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Friday 19 July 2019
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Business Day Editorial: The will to change

Cocoa may be the once and future king of the TT economy but manufacturing is, at least, the heir apparent.

In 2018, according to the Review of the Economy, the manufacturing sector was projected to surpass mining and quarrying as the largest contributor to GDP, at 20.1 per cent versus 18.9 per cent, respectively, with growth expected to be 7.3 per cent.

The sector though, is still effectively a sub-set of energy – petrochemical and chemical products account for almost 75 per cent of manufacturing activity in 2018, contributing just over 15 per cent to GDP, while the next biggest manufacturing sub-industry, food, beverages and tobacco products, is expected to account for 3.3 per cent of GDP. Put into context, something as obviously related to the hydrocarbon industry as liquefied natural gas (LNG) production is considered part of manufacturing.

This clearly skews the outlook of the sector, especially as the Government continues its rhetoric about manufacturing being a key element in diversification. While the industry is buoyed by figures derived from energy, the true impact and potential of other manufacturing segments are obscured, or worse, ignored.

Now, the Government does keep trying to stimulate the sector, notably by commissioning a new aluminium production facility in Tamana last October, the Moruga agro-processing plant, still under construction despite an initial February completion date, and most recently, the proposed technology park in Point Lisas, in partnership with China. Whether any of these can in turn anchor the economy in the future remains to be seen.

The private sector remains undaunted, however, and TT Manufacturers’ Association (TTMA) president Franka Costelloe has stated her mission to lay the groundwork for manufacturing production in TT to double in five years.

Manufacturing capacity in TT for 2018, Costelloe noted in her inaugural speech in April, was 68 per cent, which should and can be improved to 150 per cent of current output.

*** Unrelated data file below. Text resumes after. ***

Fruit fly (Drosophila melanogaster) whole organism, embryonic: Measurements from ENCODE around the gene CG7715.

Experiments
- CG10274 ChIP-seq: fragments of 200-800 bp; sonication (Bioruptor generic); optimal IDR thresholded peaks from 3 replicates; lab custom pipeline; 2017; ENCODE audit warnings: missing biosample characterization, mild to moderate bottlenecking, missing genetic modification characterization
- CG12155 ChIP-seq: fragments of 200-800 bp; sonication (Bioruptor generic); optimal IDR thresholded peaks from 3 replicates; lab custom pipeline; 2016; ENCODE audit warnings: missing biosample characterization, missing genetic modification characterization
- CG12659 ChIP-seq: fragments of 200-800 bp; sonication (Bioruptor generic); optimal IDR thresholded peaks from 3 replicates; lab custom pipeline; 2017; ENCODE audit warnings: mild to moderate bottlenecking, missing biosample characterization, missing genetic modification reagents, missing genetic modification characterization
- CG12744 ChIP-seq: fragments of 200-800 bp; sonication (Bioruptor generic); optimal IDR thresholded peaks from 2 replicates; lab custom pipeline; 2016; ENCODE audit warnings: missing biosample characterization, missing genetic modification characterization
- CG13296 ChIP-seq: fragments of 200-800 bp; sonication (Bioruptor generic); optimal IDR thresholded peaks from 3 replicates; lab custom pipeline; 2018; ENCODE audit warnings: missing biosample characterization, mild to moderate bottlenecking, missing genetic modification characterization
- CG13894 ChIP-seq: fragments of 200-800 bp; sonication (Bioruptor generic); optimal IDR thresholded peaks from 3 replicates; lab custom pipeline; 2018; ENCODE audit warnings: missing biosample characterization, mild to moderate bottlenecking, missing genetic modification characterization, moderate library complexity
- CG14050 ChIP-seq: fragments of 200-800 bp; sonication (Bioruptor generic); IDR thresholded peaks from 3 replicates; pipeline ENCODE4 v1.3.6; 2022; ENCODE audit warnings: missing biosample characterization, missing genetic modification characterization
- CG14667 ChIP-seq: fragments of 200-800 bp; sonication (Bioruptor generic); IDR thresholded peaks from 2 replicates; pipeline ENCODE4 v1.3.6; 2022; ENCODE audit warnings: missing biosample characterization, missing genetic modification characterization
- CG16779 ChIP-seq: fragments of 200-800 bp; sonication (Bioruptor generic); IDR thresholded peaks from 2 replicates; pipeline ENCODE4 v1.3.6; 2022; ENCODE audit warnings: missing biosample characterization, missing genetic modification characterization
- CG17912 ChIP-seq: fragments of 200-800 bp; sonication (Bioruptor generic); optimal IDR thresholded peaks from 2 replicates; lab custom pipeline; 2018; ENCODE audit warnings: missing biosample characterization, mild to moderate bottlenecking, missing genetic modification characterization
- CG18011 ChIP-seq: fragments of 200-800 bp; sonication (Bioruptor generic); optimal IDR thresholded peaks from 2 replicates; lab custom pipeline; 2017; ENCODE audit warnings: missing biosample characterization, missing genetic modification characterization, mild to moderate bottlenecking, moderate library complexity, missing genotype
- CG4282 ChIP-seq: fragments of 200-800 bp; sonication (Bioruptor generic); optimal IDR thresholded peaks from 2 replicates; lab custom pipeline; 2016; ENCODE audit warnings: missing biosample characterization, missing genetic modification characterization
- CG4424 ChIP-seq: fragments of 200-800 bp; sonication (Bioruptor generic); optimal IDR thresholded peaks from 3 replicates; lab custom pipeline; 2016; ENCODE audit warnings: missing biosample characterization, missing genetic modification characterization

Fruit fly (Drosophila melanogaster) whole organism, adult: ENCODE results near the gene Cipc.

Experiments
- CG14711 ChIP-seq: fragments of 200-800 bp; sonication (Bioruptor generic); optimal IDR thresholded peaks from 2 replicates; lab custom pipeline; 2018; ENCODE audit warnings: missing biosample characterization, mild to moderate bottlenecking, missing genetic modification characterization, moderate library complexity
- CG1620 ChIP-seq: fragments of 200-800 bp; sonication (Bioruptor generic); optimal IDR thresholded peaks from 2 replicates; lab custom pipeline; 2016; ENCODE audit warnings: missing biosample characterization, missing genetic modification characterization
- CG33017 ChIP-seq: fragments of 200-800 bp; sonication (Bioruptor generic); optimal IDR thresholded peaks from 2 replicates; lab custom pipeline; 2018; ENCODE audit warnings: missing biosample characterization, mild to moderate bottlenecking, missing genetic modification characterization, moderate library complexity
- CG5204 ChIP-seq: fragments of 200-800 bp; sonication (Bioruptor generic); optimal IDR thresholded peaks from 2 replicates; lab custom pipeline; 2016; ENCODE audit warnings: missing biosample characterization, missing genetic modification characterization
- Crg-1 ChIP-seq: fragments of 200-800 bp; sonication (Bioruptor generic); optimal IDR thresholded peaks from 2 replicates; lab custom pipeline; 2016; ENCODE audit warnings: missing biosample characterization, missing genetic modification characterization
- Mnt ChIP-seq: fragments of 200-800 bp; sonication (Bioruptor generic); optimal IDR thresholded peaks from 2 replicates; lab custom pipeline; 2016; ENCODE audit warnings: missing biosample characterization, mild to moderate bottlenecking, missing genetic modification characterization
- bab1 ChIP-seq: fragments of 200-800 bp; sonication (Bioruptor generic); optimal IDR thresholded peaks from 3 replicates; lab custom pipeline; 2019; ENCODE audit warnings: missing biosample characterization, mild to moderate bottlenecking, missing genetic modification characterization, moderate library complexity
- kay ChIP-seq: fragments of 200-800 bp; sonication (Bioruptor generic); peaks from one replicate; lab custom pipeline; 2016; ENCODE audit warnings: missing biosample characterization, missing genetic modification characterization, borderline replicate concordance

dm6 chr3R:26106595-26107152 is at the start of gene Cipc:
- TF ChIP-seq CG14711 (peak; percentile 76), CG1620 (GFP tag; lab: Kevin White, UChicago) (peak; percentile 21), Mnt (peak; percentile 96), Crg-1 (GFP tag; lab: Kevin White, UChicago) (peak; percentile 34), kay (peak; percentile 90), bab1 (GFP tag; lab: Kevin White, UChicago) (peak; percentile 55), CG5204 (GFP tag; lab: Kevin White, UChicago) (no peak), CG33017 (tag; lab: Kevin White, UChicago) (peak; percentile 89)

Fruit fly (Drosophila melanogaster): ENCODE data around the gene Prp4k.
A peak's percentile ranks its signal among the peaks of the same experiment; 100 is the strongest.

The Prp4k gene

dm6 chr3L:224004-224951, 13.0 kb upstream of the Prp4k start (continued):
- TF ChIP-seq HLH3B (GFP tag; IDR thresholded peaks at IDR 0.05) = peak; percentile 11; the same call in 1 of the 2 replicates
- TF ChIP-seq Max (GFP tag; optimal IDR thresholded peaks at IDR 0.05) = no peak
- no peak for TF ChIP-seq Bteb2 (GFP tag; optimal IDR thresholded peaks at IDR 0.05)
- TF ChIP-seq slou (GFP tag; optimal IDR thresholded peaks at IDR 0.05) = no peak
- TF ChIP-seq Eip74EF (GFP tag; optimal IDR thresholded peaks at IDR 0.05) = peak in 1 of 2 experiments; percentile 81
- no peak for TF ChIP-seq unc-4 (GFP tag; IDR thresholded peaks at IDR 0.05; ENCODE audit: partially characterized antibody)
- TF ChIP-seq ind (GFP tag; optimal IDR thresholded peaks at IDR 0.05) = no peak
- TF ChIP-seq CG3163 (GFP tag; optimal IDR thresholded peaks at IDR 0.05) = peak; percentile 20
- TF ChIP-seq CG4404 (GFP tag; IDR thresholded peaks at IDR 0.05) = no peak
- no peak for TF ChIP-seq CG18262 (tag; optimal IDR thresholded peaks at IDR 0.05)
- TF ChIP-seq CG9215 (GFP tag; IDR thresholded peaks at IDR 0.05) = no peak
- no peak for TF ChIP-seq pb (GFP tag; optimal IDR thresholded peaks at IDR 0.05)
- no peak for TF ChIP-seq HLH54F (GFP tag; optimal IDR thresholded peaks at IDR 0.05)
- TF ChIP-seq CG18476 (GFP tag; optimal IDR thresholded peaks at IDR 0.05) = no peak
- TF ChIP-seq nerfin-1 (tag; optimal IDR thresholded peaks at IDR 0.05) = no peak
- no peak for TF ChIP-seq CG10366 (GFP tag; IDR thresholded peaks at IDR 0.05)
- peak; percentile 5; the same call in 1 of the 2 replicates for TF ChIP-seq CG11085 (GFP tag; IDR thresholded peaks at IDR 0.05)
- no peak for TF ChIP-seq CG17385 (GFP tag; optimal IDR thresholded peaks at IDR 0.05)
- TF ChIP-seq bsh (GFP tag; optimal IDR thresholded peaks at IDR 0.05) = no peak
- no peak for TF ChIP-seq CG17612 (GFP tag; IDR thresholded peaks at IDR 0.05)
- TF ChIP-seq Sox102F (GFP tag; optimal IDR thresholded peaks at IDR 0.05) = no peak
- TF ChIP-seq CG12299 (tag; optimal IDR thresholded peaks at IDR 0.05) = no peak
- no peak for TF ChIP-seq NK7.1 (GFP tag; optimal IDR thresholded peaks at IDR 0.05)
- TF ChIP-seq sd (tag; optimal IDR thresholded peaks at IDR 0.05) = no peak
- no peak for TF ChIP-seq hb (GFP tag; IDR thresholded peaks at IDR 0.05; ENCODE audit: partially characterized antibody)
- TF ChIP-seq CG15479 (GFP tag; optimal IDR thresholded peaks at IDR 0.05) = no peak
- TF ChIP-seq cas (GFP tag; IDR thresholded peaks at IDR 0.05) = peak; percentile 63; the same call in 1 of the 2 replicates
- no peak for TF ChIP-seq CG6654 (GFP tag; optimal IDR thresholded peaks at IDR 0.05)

Part of it is finding new markets, and the association, as well as the Ministry of Trade and Industry, have to their credit been courting prospective trade partners in Latin America, including Panama, Cuba and Cost Rica. Caricom still remains the main destination for manufacturers.

For years, though, manufacturers have been citing two critical challenges to growth – VAT refund arrears and limited access to foreign exchange.

Government has promised – repeatedly and most recently in the mid-year budget review – that it will settle these VAT arrears soon, “with a view to improving business conditions.”

It has also tried to mitigate forex constraints by allowing a US$100 million facility via the EXIM Bank for manufacturers who produce goods for which at least 30 per cent are for export.

It’s a start, but it’s not nearly enough to truly stimulate an industry that needs, more than anything, an environment that encourages competitiveness. TT ranks 105 out of 190 countries in the World Bank’s Ease of Doing Business Index. In the World Economic Forum’s (WEF) Global Competitiveness Index, it is 78 out of 140. The WEF’s top four hindrances to competitiveness remain, in varying order over the years, crime, poor work ethic, government bureaucracy and corruption. And the Economic Freedom Index, which considers the ability of the population to make economic decisions, ranks TT 112 out of 180 countries, placing the country squarely in the “mostly unfree” category, just one step up from “repressed,” citing wasteful government bureaucracy, a lack of transparency and corruption, which undermined investor confidence and hampered economic development.

None of these problems is new but the solutions clearly require innovation. Or at least the will, politically and culturally, to change.

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